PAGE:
In an interview with ABC's Diane Sawyer, Mel Gibson apologized for his drunken anti-Semitic rant, saying he was "a little overwrought" ... and "ashamed." Author Bernard Goldberg suggested that the media has overplayed Gibson's tirade. "Mel Gibson is of no danger to Jews - he's not a terrorist, he's an actor. If we're so concerned about anti-Semitism, let me suggest that the mainstream media take a visit to some of our finer universities. The old anti-Semitism came from idiots on the right - today it's left wing intellectuals, and the media hasn't covered that." But Fox News contributor Jane Hall argued that Gibson's words are consequential. "He made a movie that many people thought blamed the death of Jesus on Jews. The man has a powerful position, and it is serious for someone with his power to make the remarks that he did." The Factor wondered whether Gibson will ever recover his stature. "He went up against the secular progressives and brought attention to Jesus, which was his intent. This was a crusade, and he was successful. Then all of his victories collapsed in one ridiculous night. The folks will forgive him, but I don't think the media ever will."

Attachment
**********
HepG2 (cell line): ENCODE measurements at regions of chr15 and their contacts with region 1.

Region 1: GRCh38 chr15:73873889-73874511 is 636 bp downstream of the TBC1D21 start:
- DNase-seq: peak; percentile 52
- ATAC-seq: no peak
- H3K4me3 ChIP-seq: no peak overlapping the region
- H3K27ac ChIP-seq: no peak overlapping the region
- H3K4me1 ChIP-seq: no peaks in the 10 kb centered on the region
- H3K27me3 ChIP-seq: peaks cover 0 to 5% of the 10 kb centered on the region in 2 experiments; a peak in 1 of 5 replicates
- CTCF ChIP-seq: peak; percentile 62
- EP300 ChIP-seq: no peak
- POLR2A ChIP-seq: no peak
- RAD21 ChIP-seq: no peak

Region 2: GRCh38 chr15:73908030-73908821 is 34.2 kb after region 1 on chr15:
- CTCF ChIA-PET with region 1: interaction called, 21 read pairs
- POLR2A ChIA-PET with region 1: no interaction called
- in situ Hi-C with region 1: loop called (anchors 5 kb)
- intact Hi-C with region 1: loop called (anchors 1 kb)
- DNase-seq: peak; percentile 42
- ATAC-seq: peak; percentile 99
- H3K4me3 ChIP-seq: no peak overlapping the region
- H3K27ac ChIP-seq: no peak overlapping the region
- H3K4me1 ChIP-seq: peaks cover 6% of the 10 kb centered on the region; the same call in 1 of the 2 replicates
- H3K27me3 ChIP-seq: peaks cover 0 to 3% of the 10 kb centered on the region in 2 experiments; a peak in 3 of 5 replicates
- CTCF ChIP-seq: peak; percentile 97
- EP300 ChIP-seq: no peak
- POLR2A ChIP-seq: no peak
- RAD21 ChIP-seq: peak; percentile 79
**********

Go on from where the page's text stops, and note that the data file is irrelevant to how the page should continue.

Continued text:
Sanctions against Iran discussed
Guest: Former UN weapons inspector Scott Ritter

The United Nations is debating whether to impose sanctions on Iran for refusing to halt its nuclear program. As for the Bush administration, former UN weapons inspector Scott Ritter claimed the president has no coherent strategy. "I don't see any strategically motivated plan that will get rid of this regime in Iran, and that's dangerous because we're heading toward a confrontation. And like we did with Iraq, we're going to initiate confrontation and then we don't have a plan to win. We have to find some way to peacefully co-exist with Iran. The best way to solve the problem is with diplomatic engagement." The Factor detailed some examples of the threat posed by Iran. "Iran is attacking us on a daily basis, killing our soldiers. They're responsible for the Hezbollah attacks on Israel, and they want Israel wiped off the face of the map. And a lot of Americans say we can not allow this kind of country to go unchecked."
Viewers sound off
Factor Words of the Day
Many of you wrote about former President Jimmy Carter, who penned an op-ed in which he blamed President Bush for North Korea's belligerence. Some excerpts:

Marilyn Vaughn, Brownsville, OR: "Bill, why don't you say it as it is? Carter lied in the New York Times article. He simply hates Bush."

Steve Marderosian, Barrington, IL: "No honest person could deny that Carter was deceptive in failing to mention that North Korea cheated on the deal he helped forge. It was a glaring omission of fact."

Kevin March, Melbourne, Australia: "Bill, you stated that Carter intentionally omitted facts from his opinion article. Where is your proof for making that statement?"

Janet Bonneau, Manchester, CT: "Mr. Carter has a right to believe what he wants."